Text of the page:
This research study was an observational, prospective cohort design with a convenience sample of pregnant women. It followed participants from labour or prior to a caesarean section to two weeks postpartum, and it was designed to collect data about factors that might influence newborn weight loss. The University of Ottawa Research Ethics Board and the research ethics boards of each hospital provided ethics approval based on the requirements of the Tri-Council Policy Statement .
The study was advertised through brochures and posters in the community, at ultrasound clinics, and in physicians' and midwives' offices. The study information was presented at hospital tours and prenatal classes. Active recruitment involved one-to-one explanations with pregnant women and their partners.
Inclusion criteria included: expecting a fullterm (end of 36 6/7 weeks - 259 days) , single, healthy infant at one of the participating hospitals or a home birth, and planning to breastfeed. Healthy was defined as both mother and newborn discharged at the same time and able to breastfeed without restriction. All parities were included. Women completed and returned a contact information sheet, consent for the study, consent for a chart audit, and a prenatal questionnaire before their baby's birth.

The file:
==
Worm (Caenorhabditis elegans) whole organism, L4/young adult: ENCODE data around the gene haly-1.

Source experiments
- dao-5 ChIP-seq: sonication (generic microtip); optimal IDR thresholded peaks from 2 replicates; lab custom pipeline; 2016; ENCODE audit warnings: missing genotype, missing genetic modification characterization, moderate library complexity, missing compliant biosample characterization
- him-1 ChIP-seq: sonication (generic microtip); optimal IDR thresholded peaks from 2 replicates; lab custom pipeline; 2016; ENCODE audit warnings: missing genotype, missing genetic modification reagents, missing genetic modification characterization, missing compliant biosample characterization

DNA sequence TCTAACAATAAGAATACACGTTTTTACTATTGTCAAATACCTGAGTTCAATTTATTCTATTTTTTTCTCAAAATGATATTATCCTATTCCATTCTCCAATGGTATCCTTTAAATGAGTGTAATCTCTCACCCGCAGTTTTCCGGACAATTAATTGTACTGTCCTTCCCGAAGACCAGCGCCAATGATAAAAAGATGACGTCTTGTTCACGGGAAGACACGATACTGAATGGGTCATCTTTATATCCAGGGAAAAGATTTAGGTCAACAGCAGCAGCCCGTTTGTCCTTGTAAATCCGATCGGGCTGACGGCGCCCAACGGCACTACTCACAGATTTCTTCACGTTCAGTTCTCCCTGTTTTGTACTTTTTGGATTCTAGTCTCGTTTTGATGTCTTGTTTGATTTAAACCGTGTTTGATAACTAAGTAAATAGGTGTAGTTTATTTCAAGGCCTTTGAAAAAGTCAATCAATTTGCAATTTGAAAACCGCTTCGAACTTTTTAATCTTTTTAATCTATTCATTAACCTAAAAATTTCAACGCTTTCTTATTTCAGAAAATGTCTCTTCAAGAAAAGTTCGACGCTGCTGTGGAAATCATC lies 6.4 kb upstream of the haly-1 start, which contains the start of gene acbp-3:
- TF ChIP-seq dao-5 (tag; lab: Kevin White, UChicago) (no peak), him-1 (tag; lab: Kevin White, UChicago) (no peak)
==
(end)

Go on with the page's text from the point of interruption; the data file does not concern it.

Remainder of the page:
Measurements and data collection
The amounts of oral and IV fluid (in millilitres) during labour or prior to a caesarean section were collected from admission to birth. Since most nurses in the study area work 12-hour shifts, fluid data were collected in 12 hour segments. Parents normally recorded oral intake and nurses reported IV fluids. The IV amount was reported independently of regular charting because charted IV fluids are recorded as totals until the intravenous is discontinued which is normally after the birth. For this study, fluid amounts after the cord was cut were not counted as they no longer could affect the fetus. Timing of IV fluids, with the rationale that fluids could resettle and move back from fetus to mother, was studied in a subset of the participants based on data availability. Lamp and Macke's results supported our supposition that timing mattered . In the final months of the study, the IV fluids in the final two hours were also reported by nurses, and we audited the collected data to isolate two-hour pre-birth IV amounts where possible.